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Spatial ETL, also known as Geospatial Transformation and Load (GTL), provides the data processing functionality of traditional Extract, Transform, Load (ETL) software, but with a primary focus on the ability to manage spatial data (which may also be called GIS, geographic, or map data).
A spatial ETL system may translate data directly from one format to another, or via an intermediate format; the latter being more common when transformation of the data is to be carried out.
The transformation phase of a spatial ETL process allows a variety of functions; some of these are similar to standard ETL, but some are unique to spatial data.
Spatial data commonly consists of a geographic element and related attribute data; therefore spatial ETL transformations are often described as being either geometric transformations - transformation of the geographic element - or attribute transformations - transformations of the related attribute data.
Common geospatial transformations
- Reprojection: the ability to convert spatial data between one coordinate system and another.
- Spatial transformations: the ability to model spatial interactions and calculate spatial predicates
- Topological transformations: the ability to create topological relationships between disparate datasets
- Resymbolisation: the ability to change the cartographic characteristics of a feature, such as colour or line-style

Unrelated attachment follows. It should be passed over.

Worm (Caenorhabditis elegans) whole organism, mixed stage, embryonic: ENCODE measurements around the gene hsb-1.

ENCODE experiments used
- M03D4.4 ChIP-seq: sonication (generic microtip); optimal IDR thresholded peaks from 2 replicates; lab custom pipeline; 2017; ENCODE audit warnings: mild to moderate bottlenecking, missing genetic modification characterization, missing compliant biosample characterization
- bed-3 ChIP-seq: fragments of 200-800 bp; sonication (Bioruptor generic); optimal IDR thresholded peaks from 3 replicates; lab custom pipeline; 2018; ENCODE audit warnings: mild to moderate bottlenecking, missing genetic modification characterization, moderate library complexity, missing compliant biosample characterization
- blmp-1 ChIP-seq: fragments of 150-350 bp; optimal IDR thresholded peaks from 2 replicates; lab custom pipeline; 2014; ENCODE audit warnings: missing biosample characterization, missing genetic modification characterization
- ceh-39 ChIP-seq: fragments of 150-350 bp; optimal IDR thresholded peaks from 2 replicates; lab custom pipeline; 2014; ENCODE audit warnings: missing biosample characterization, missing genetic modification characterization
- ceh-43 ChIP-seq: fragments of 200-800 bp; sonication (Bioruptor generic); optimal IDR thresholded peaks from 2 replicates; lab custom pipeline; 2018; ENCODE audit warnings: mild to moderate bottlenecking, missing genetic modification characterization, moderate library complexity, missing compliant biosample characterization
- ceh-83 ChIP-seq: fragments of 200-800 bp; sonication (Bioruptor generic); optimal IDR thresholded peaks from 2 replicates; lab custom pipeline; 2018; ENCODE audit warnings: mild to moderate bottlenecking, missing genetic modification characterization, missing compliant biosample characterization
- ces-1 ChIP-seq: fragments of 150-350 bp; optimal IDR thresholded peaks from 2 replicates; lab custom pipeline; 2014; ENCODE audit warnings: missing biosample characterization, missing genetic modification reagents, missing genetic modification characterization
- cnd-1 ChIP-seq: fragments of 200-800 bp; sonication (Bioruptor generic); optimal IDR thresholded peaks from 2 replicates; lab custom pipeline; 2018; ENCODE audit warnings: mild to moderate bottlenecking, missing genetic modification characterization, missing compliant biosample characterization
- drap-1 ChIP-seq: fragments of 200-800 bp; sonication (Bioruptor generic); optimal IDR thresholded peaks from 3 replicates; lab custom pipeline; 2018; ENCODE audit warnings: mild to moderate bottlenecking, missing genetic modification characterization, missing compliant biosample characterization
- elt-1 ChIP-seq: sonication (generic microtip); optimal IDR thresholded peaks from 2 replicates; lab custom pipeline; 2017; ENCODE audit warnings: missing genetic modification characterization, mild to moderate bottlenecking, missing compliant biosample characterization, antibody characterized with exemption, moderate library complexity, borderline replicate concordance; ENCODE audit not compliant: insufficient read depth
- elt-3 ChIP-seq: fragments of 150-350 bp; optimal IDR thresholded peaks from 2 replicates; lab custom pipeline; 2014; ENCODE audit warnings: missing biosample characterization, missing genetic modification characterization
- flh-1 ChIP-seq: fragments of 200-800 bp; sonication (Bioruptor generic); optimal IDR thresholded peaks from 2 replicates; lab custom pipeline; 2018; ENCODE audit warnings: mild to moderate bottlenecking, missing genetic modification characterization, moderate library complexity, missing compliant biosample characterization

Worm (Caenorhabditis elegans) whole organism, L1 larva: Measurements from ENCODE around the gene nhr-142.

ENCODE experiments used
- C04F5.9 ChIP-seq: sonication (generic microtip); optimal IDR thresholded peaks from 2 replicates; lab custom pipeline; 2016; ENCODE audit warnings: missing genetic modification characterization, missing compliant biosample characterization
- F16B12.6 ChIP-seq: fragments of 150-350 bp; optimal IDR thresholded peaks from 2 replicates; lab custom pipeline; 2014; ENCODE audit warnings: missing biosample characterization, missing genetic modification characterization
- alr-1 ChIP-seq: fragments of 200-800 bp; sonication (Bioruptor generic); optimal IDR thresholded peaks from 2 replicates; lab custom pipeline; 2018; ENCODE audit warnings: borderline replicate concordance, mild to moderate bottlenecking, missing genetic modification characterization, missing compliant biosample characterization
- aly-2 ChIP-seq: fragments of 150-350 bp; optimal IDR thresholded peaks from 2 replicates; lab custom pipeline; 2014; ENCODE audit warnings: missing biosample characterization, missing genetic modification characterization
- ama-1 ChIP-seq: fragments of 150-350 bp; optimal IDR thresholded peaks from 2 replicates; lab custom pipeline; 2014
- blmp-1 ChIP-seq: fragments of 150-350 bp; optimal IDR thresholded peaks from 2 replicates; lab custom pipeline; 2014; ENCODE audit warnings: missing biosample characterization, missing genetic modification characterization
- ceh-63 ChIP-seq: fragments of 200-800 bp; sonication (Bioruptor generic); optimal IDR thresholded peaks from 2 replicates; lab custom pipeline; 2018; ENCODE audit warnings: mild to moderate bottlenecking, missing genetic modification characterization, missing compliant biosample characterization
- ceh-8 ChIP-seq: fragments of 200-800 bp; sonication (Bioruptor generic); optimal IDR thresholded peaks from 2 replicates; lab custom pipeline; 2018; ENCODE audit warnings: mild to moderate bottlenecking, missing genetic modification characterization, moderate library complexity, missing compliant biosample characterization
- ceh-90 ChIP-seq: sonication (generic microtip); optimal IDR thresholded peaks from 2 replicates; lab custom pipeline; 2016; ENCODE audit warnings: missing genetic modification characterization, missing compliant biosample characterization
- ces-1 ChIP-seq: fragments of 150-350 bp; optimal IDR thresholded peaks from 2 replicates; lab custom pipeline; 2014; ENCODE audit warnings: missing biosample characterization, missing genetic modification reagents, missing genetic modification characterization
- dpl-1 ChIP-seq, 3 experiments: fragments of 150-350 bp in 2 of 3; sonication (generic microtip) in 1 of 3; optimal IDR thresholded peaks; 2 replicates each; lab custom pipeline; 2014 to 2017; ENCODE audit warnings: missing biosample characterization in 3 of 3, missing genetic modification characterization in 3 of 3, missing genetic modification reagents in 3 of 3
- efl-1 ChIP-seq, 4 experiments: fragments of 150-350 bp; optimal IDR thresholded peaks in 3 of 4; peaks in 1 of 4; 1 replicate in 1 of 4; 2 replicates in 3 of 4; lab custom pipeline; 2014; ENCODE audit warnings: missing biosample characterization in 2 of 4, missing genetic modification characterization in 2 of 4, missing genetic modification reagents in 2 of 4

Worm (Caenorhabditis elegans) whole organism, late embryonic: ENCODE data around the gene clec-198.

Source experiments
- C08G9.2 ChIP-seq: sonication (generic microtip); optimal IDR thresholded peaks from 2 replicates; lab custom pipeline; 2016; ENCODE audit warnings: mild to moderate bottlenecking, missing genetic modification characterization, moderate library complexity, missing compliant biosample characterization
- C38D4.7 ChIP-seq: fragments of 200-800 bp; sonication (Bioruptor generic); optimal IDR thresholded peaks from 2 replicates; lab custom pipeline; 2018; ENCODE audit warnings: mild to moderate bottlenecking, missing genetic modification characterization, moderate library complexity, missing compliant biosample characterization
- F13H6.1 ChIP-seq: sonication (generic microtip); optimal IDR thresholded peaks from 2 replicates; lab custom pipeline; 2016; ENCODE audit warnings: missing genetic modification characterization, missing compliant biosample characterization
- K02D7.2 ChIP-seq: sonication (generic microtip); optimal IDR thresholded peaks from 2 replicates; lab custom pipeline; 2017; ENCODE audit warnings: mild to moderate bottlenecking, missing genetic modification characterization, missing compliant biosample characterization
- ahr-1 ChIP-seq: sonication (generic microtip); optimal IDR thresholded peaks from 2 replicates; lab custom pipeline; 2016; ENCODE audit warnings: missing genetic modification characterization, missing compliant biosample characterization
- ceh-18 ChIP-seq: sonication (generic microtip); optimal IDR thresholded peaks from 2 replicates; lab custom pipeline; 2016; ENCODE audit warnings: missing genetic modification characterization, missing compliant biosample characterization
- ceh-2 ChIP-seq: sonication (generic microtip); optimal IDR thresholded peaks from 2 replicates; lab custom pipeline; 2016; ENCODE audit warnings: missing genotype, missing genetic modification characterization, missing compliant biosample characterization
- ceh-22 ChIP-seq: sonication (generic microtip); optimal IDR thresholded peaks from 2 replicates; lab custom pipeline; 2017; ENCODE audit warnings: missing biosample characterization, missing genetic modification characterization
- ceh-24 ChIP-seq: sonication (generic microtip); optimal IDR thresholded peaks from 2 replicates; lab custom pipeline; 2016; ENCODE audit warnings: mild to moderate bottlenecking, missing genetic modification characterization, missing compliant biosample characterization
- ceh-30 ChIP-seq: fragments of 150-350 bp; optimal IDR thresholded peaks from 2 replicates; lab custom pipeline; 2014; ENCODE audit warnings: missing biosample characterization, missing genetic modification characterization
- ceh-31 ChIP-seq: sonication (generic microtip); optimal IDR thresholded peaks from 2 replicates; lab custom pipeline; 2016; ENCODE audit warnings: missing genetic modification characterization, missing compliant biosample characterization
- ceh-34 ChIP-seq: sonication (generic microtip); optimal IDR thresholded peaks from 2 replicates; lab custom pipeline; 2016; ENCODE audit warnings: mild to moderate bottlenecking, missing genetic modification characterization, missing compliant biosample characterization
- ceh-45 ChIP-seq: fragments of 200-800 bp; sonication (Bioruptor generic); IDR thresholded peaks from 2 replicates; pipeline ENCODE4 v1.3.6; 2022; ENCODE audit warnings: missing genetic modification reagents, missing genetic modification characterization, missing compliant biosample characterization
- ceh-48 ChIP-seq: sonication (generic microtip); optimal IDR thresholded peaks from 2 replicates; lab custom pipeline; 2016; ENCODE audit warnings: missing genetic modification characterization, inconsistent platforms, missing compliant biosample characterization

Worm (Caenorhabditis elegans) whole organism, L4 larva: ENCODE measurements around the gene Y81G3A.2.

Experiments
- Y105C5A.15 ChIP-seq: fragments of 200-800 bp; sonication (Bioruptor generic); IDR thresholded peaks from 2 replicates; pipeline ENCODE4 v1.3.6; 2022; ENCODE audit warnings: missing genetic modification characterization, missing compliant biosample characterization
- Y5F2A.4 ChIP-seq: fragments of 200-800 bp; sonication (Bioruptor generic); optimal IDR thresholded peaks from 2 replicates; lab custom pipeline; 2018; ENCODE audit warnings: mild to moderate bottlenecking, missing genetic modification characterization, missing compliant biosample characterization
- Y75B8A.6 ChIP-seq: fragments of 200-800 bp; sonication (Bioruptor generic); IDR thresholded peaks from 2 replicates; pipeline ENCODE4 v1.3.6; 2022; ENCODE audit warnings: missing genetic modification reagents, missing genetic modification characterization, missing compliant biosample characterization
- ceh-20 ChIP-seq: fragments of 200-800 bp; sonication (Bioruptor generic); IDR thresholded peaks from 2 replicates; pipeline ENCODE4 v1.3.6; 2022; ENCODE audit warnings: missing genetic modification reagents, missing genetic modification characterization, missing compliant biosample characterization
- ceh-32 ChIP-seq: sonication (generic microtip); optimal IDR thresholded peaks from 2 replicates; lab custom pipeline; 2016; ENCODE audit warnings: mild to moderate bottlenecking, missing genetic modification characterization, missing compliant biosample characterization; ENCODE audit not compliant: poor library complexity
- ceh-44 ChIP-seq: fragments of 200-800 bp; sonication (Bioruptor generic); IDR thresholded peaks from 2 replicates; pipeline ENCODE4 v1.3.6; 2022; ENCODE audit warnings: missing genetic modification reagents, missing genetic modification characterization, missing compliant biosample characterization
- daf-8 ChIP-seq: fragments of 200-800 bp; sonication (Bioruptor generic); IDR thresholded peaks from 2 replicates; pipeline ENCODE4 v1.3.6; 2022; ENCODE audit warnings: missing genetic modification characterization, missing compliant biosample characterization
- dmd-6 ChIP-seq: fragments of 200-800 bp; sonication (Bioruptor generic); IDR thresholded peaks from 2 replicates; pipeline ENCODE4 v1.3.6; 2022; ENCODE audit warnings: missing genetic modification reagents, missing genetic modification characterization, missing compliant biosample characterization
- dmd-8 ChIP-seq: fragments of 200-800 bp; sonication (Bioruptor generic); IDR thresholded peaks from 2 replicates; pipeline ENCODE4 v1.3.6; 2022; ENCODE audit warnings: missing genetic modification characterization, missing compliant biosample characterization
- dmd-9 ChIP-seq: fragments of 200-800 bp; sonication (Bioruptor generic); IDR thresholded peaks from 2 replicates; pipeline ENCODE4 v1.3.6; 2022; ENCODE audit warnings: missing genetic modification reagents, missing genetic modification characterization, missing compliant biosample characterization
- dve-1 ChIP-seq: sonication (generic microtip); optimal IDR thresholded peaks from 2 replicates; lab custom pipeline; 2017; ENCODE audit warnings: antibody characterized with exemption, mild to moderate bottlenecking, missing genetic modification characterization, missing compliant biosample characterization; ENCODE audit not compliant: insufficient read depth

- Geocoding: the ability to convert attributes of tabular data into spatial data
Desirable features of a spatial ETL application are:
- Data comparison: Ability to carry out change detection and perform incremental updates
- Conflict management: Ability to manage conflicts between multiple users of the same data
- Data dissemination: Ability to publish data via the internet or deliver by email regardless of source format
- Semantic processing: Ability to understand the rules of different data formats to minimize user input whilst preserving meaning
Spatial ETL uses
Spatial ETL has a number of distinct uses:
- Data cleansing: The removal of errors within a dataset
- Data merging: The bringing together of multiple datasets into a common framework - conflation is a good example of this
- Data verification: The comparison of multiple datasets for verification and quality assurance purposes
- Data conversion: Conversion between different data formats.
Spatial ETL - origins and history
Although ETL tools for processing non-spatial data have existed for some time, ETL tools that can manage the unique characteristics of spatial data only emerged in the early 1990s.
Spatial ETL tools emerged in the GIS industry to enable interoperability (or the exchange of information) between the industry’s diverse array of mapping applications and associated proprietary formats. However, spatial ETL tools are also becoming increasingly important in the realm of Management Information Systems as a tool to help organizations integrate spatial data with their existing non-spatial databases, and also to leverage their spatial data assets to develop more competitive business strategies.
Traditionally, GIS applications have had the ability to read or import a limited number of spatial data formats, but with few specialist ETL transformation tools; the concept being to import data then carry out step-by-step transformation or analysis within the GIS application itself. Conversely, spatial ETL does not require the user to import or view the data, and generally carries out its tasks in a single predefined process.
With the push to achieve greater interoperability within the GIS industry, many existing GIS applications are now incorporating spatial ETL tools within their products; the ArcGIS Data Interoperability Extension being a good example of this.